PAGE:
Electronic health records are often blamed for decreasing clinician productivity, compromising patient safety and interfering with the physician/patient relationship.

Electronic health records (EHRs) were supposed to improve the quality of care, make healthcare safer and more efficient, and save clinicians time. Over the last few decades, we’ve spent billions of dollars in hopes that EHRs could revolutionize healthcare in the same way automation has advanced banking, commerce and other industries.

Despite tremendous strides, EHRs have not fully delivered the transformative benefits that many stakeholders had optimistically anticipated. In fact, EHRs are often blamed for decreasing clinician productivity, compromising patient safety and interfering with the physician/patient relationship.

We can debate the relative costs and benefits of EHRs, but one thing that’s clear to me is this: Physicians are EHRs’ biggest victims.

Consider the near-epidemic levels of physician burnout. In a recent Medscape survey, 44% of physicians admitted to burnout. Survey participants said that one of their leading stressors is EHRs, which are rarely optimized to support clinician workflows.

Physicians’ ongoing frustrations with EHRs are well-documented, and in recent years numerous industry organizations have called for changes to make EHRs more physician friendly. For example, in 2014 the American Medical Association (AMA) published a brief that outlined recommended priorities for improving EHR usability. The brief included eight key challenges that physicians faced with EHRs, including the lack of interoperability impacting care coordination, interference with the patient visit, limited flexibility for customizing based on individual physician practice patterns, and insufficient support for incorporating end-user feedback into product design and enhancements.

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Burnout rates continue to escalate—and physicians are still the victims of inefficient EHRs.

The AMA urged health information technology leaders to make usability a national priority and proposed eight solutions to facilitate the physician’s ability to provide high-quality care. Based on input from practicing physicians, health informaticists, CIOs and other industry leaders, the AMA outlined possible solutions that would minimize EHR inefficiencies and allow physicians to remain focused on the delivery of quality care.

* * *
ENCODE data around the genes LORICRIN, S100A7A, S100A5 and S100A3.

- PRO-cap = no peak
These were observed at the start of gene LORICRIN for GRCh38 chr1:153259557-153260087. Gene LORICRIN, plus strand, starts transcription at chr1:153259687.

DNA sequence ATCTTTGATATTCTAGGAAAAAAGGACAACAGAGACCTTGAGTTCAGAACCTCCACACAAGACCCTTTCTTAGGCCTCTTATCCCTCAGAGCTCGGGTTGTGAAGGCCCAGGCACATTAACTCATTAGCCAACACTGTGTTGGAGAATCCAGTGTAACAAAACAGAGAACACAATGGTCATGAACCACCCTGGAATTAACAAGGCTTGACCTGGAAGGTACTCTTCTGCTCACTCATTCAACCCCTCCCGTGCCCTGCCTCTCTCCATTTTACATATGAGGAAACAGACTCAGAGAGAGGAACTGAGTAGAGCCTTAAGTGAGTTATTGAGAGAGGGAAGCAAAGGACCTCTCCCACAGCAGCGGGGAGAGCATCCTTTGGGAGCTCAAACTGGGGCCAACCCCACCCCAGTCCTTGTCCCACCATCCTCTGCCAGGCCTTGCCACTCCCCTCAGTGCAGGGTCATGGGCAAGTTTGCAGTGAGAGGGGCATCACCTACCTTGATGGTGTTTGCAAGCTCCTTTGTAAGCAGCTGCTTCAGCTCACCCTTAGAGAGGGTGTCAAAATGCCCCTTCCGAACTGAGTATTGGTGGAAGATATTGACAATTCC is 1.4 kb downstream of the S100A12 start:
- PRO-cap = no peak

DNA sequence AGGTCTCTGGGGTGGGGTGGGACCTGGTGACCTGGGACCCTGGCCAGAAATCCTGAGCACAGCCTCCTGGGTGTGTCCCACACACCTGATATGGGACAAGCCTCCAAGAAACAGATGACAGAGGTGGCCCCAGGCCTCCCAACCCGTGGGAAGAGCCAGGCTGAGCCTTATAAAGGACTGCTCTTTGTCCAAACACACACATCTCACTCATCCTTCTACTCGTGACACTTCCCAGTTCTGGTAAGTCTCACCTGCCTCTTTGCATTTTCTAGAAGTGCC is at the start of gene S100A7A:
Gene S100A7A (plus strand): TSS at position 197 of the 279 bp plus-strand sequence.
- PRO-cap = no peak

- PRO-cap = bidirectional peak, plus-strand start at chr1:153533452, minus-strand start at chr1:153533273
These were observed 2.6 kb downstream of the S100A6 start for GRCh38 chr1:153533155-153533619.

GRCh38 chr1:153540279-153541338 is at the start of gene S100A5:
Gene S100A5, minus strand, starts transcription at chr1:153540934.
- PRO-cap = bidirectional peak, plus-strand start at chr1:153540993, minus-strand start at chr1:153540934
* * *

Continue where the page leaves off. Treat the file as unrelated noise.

Fast forward five years and look where we are today. Burnout rates continue to escalate—and physicians are still the victims of inefficient EHRs.

In a recent perspective essay published in the Journal of the American Medical Informatics Association, AMA researchers again addressed the EHR usability issue, noting that physicians now spend more time completing administrative tasks in their EHRs than engaging in direct face time with patients. The authors pointed to the “increasing rates of burnout associated with EHR use” and again called for improvements in how EHRs are developed and used.

Physicians can remain EHRs’ biggest victims for another five or 10 years, or we could take action and finally make EHR usability a national priority. I’d urge vendors, healthcare organizations, payers, lawmakers and regulatory bodies to give serious consideration to changes that would enhance EHR usability and positively impact professional satisfaction and patient care.

The AMA’s most recent recommendations include:

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  • Decreasing burdensome documentation requirements for payment and quality reporting. Payers and regulators must remember that clinicians’ first job is patient care.
  • Actively engage physicians in the EHR implementation process. Organizational leaders should consider physician workflow requirements and support system designs that enhance care coordination.
  • Complete pre- and post-implementation testing using rigorous, real-world scenarios focused on improving safety and reducing clinician burden.
  • For health IT vendors, increase transparency around product costs, functionality, and performance. In addition, vendors should support advances in voice recognition, artificial intelligence, and other technologies with a focus on user-centered design to catalyze improvements in EHR usability and interoperability and reduce cognitive workload.

To supplement the AMA’s recommendations, I would also suggest:

  • More flexible EHR workflows that support the individual thought processes of each physician
  • Better access to critical data at the point of care
  • The elimination of data-blocking on the part of vendors and healthcare organizations. This would boost interoperability efforts, optimize clinical decision-making and enhance patient safety.
  • The promotion and adoption of app-based solutions that address usability issues without the need to rip and replace current EHR systems.

We can no longer ignore the needs of physicians as we work to digitize healthcare. We must start looking at EHRs as a tool and not a task. EHRs hold tremendous potential to transform healthcare, but we won’t realize their full benefit until we make EHRs more usable for physicians.

David Lareau is CEO of Medicomp Systems

 

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